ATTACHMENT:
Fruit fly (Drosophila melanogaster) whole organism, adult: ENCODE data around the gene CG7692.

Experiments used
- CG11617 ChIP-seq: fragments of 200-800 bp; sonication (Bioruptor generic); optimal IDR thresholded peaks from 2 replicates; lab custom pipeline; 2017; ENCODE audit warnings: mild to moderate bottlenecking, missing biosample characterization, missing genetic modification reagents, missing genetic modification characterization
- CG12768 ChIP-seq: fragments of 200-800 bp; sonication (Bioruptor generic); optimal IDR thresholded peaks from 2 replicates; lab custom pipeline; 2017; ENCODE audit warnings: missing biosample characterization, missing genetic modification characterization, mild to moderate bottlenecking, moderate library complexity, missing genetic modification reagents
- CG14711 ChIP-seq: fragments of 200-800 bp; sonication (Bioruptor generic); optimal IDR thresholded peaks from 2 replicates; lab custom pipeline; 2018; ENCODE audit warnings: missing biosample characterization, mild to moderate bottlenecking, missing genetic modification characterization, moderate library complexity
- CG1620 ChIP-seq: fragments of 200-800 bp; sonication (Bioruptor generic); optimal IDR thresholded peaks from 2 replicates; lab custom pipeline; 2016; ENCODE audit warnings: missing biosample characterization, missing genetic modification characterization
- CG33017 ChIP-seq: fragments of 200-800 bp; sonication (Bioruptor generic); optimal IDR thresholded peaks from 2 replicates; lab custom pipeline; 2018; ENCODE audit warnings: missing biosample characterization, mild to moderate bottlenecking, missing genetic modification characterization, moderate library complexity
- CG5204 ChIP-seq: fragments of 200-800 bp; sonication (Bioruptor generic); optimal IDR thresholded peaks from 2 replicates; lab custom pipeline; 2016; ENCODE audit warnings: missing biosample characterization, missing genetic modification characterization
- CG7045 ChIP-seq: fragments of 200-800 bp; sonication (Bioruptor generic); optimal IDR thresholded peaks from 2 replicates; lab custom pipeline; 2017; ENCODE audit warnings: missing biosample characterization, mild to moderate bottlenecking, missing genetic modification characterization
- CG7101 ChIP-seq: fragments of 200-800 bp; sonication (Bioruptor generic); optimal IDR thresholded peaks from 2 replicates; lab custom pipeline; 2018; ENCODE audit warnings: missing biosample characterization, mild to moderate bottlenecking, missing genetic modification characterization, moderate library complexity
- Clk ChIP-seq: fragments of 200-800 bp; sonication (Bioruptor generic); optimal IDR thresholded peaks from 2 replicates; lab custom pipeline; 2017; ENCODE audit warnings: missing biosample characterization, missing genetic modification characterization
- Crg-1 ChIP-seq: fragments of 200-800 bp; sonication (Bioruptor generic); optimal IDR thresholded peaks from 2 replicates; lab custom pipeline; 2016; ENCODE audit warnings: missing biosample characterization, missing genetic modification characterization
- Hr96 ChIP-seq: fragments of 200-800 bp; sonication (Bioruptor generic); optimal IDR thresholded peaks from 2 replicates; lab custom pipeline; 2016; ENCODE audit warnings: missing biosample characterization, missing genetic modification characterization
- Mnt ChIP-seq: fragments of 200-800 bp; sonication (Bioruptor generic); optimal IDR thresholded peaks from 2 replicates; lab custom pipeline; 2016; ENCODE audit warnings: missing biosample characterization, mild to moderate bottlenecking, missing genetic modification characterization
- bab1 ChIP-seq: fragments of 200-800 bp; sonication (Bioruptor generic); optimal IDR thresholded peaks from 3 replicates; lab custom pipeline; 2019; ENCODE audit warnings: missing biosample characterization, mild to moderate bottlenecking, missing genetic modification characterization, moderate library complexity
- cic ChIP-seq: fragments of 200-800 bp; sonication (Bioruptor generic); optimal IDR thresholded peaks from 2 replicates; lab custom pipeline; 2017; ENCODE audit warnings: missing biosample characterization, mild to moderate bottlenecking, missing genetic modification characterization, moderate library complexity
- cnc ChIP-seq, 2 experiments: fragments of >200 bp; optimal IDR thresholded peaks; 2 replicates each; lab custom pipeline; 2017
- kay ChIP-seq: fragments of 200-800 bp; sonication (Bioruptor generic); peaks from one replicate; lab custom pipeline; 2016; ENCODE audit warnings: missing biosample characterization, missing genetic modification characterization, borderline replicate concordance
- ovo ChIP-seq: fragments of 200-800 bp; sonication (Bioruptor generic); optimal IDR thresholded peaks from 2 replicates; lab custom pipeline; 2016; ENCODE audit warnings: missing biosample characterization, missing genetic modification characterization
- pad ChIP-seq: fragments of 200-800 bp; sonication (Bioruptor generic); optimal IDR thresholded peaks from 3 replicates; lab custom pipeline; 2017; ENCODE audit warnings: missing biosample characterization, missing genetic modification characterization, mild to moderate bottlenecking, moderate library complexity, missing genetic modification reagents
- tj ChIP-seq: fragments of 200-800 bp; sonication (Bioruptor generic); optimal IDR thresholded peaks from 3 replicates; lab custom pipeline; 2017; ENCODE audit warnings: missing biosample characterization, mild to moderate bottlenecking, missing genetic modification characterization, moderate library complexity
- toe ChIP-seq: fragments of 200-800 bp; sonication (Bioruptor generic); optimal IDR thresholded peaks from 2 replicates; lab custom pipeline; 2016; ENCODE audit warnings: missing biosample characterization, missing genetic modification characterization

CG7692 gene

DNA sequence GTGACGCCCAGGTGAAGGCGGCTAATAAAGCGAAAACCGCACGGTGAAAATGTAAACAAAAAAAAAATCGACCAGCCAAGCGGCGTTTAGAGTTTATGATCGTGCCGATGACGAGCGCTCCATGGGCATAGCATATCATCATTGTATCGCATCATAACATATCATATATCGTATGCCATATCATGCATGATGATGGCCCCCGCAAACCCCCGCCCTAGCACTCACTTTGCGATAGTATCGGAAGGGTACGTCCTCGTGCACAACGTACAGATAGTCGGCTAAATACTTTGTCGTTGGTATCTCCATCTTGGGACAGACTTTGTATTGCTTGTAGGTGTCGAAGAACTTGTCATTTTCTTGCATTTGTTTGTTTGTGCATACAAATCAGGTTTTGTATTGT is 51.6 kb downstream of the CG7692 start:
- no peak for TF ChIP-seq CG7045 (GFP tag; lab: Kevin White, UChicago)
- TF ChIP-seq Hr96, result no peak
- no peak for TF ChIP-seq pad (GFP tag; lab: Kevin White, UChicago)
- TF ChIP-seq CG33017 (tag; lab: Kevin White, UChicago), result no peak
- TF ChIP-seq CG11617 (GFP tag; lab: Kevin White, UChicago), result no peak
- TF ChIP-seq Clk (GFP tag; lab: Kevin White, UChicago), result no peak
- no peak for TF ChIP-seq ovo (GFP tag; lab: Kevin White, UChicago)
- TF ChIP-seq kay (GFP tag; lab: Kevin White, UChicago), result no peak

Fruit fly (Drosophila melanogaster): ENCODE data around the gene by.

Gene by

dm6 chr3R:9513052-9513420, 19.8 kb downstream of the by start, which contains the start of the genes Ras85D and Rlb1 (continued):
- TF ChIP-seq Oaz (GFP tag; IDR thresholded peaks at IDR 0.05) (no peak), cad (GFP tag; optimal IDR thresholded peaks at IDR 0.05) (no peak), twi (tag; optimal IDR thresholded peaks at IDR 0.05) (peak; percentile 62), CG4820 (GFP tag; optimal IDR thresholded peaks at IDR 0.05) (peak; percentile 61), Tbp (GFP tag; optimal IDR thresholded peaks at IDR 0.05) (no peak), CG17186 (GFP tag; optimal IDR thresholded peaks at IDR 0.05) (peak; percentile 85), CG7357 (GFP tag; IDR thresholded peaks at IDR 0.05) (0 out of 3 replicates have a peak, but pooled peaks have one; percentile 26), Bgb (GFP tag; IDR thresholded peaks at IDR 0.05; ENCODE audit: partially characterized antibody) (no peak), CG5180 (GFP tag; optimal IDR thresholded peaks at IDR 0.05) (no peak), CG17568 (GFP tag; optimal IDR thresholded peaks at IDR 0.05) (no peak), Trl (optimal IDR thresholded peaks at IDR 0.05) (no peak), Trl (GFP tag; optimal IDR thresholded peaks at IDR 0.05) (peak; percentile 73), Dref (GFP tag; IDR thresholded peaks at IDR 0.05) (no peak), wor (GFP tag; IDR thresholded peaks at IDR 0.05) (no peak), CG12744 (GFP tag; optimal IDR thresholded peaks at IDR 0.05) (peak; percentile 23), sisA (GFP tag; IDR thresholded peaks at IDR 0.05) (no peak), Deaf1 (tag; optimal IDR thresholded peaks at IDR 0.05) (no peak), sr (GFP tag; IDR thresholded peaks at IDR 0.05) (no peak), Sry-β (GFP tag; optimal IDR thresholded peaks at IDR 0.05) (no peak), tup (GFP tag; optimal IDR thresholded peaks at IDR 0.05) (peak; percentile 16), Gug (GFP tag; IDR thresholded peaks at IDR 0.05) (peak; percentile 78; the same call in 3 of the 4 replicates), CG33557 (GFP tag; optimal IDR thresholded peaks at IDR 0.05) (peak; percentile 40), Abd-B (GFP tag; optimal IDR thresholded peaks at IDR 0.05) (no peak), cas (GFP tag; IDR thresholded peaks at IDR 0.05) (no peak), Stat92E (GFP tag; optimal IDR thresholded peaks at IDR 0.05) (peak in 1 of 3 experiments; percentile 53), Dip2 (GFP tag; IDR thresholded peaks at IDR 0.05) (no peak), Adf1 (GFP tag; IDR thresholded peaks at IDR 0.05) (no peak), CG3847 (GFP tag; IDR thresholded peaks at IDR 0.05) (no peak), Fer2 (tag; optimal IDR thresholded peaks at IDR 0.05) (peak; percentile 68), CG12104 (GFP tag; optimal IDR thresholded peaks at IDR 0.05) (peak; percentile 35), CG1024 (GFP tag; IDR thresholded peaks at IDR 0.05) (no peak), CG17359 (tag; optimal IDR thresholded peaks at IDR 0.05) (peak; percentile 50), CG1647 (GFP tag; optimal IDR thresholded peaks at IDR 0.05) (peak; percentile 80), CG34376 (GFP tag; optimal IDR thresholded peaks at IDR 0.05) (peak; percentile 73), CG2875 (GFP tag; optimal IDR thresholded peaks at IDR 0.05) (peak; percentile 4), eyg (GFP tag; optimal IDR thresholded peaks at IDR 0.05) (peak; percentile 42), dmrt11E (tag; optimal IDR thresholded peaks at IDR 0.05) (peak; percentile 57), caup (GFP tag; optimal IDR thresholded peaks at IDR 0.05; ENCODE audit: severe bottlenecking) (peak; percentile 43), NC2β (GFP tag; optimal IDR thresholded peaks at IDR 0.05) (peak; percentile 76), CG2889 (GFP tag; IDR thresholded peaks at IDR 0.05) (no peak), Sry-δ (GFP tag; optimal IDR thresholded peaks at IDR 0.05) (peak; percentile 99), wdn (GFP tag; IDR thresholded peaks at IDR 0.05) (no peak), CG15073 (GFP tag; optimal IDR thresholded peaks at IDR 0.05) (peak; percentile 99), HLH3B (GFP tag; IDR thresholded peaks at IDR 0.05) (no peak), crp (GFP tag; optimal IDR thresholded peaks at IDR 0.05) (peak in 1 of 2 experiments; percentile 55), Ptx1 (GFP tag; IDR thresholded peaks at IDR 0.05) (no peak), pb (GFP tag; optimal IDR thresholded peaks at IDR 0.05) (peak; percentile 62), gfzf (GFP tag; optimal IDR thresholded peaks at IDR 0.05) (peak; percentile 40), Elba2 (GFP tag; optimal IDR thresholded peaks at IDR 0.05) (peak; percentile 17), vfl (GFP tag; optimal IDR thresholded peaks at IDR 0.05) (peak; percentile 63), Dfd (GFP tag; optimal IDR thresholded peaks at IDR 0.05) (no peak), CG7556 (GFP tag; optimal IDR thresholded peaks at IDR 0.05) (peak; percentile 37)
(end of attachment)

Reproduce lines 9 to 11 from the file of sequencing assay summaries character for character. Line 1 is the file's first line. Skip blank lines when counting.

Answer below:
- CG7045 ChIP-seq: fragments of 200-800 bp; sonication (Bioruptor generic); optimal IDR thresholded peaks from 2 replicates; lab custom pipeline; 2017; ENCODE audit warnings: missing biosample characterization, mild to moderate bottlenecking, missing genetic modification characterization
- CG7101 ChIP-seq: fragments of 200-800 bp; sonication (Bioruptor generic); optimal IDR thresholded peaks from 2 replicates; lab custom pipeline; 2018; ENCODE audit warnings: missing biosample characterization, mild to moderate bottlenecking, missing genetic modification characterization, moderate library complexity
- Clk ChIP-seq: fragments of 200-800 bp; sonication (Bioruptor generic); optimal IDR thresholded peaks from 2 replicates; lab custom pipeline; 2017; ENCODE audit warnings: missing biosample characterization, missing genetic modification characterization